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Give a Possum a Tree

New Matilda

YOU know an animal is in serious trouble when you start counting its habitat trees individually. David Blair, a member of the Australian National University team monitoring the federally endangered Leadbeater’s Possum, stands on a dirt track in gumboots and a green vest, pointing out old grey eucalypts one by one. “Probably 14,” he says when he’s finished counting.

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The Green Brain

G Magazine

YOU’VE heard the phrase “you are what you eat”. Well, psychologist Dr Bob Rich thinks you are how you act. “Habits are everything,” he says. “Your very personality is a network of long-standing habits. Everything that can be said about you is something you do.”

In fact, almost 50 per cent of behaviour is habitual, and those habits can take many months to form. One recent study found that the average time for an action to become fully automatic was 66 days. Even simple behaviours, like eating a piece of fruit with lunch or running for 15 minutes before dinner, can take more than two months of daily repetition to become ingrained.

Breaking your old, wasteful habits and forming new, sustainable ones isn’t easy, but this article will give you the psychological know-how to achieve that goal. So take your typical route to the lounge room, settle into your favourite armchair, adopt your usual reading posture, and let’s get started.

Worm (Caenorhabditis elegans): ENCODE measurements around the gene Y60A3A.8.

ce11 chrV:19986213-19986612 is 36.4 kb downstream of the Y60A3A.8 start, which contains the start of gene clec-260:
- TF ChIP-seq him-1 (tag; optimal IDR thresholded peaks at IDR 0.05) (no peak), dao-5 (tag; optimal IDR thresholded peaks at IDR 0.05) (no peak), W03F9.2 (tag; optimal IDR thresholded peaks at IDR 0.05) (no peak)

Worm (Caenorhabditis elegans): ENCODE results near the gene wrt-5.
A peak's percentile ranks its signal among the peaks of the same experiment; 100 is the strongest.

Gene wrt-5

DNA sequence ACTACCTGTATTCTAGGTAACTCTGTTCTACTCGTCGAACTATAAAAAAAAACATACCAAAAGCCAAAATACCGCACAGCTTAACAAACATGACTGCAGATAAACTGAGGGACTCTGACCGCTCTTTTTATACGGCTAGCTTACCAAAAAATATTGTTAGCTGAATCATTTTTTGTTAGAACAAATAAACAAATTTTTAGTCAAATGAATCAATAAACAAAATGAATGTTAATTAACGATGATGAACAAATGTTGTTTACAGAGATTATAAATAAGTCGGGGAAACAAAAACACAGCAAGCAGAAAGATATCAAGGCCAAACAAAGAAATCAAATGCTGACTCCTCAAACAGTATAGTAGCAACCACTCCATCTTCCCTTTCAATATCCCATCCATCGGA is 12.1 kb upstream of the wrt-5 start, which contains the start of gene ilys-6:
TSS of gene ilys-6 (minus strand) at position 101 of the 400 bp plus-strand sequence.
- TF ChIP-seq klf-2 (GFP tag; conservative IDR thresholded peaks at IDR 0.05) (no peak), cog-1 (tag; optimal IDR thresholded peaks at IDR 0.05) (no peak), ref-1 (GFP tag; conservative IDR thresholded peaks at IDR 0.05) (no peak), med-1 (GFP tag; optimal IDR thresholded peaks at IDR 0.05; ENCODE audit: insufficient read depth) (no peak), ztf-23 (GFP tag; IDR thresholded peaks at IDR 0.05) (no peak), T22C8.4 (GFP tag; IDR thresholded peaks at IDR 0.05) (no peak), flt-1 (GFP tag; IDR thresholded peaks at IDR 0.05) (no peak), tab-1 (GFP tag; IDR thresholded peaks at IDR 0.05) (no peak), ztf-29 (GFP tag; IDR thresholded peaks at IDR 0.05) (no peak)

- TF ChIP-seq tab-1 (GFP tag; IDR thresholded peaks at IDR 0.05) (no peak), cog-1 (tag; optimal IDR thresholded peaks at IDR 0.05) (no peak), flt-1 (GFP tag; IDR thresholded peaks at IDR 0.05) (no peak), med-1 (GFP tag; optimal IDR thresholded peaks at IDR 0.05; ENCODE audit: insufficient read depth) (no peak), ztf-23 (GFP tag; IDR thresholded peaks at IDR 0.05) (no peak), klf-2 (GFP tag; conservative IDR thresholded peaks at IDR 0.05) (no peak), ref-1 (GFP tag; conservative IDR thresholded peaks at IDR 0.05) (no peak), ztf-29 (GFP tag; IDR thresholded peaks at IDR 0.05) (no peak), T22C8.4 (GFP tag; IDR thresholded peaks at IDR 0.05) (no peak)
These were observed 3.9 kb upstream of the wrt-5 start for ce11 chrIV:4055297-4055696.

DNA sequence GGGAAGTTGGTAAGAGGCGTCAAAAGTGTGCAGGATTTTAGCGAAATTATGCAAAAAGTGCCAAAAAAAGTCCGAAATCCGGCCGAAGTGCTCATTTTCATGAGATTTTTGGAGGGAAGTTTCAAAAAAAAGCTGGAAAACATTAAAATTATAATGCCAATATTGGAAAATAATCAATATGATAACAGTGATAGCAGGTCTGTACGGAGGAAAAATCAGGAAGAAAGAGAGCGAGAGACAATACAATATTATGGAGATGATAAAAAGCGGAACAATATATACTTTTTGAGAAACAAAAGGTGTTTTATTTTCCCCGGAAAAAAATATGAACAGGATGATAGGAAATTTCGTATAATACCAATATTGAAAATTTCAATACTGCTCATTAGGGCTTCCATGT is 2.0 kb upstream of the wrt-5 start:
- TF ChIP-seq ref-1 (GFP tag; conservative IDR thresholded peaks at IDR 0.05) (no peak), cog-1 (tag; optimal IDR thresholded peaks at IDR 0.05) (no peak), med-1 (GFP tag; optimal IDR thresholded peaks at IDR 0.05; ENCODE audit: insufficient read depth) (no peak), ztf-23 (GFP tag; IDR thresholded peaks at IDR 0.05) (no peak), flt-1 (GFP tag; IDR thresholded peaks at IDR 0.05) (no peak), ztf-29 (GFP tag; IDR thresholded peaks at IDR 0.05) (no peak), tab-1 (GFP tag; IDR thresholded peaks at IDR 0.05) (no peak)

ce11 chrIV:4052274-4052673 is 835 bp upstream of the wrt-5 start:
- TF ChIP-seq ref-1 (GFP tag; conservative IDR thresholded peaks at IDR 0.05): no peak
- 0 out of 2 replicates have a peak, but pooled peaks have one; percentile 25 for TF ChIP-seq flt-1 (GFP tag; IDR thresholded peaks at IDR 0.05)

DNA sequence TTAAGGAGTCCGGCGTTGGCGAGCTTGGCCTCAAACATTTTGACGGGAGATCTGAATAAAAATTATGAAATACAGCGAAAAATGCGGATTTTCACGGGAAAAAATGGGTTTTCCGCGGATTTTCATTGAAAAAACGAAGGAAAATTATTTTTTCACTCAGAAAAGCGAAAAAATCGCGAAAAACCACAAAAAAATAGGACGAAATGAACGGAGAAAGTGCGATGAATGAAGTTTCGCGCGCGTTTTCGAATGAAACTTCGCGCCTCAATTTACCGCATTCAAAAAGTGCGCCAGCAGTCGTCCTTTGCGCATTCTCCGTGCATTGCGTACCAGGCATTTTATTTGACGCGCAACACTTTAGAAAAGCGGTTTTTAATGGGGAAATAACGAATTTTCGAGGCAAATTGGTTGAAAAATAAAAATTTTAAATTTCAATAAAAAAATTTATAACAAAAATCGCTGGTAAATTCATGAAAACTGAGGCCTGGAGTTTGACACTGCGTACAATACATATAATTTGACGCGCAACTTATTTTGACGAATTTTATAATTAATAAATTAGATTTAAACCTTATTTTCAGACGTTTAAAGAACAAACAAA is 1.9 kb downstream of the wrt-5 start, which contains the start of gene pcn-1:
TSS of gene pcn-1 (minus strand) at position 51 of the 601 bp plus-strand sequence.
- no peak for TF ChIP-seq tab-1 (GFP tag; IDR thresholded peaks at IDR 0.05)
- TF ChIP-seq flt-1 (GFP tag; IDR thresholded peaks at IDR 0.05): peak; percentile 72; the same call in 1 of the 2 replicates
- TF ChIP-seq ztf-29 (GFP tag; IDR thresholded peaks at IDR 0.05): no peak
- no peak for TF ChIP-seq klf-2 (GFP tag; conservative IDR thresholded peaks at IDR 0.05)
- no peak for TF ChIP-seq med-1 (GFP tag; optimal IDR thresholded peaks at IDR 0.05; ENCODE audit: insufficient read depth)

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To Buy or Not to Buy

G Magazine

G Magazine

With the silly season just around the corner, we put the question to every environmentally conscious shopper: can buying green save the planet?

YOU’RE standing in a store facing a shelf of sustainable products. Their earthy green packaging beckons. For many an ethical consumer, a heated inner dialogue ensues. If you vote with your dollar, you’ll be supporting sustainable industries, runs one argument. But what happened to the message of reduce, recycle, reuse? Do you really need the item or is it just a waste of resources cleverly marketed to make you feel like you’re doing your bit for the planet?

Touring a supermarket and eco-store with advocates from both camps, G opens the debate and welcomes your opinion on when to fill your trolley with green goodies and when to walk away.

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A Write-Off

Emerging Writers' Festival anthology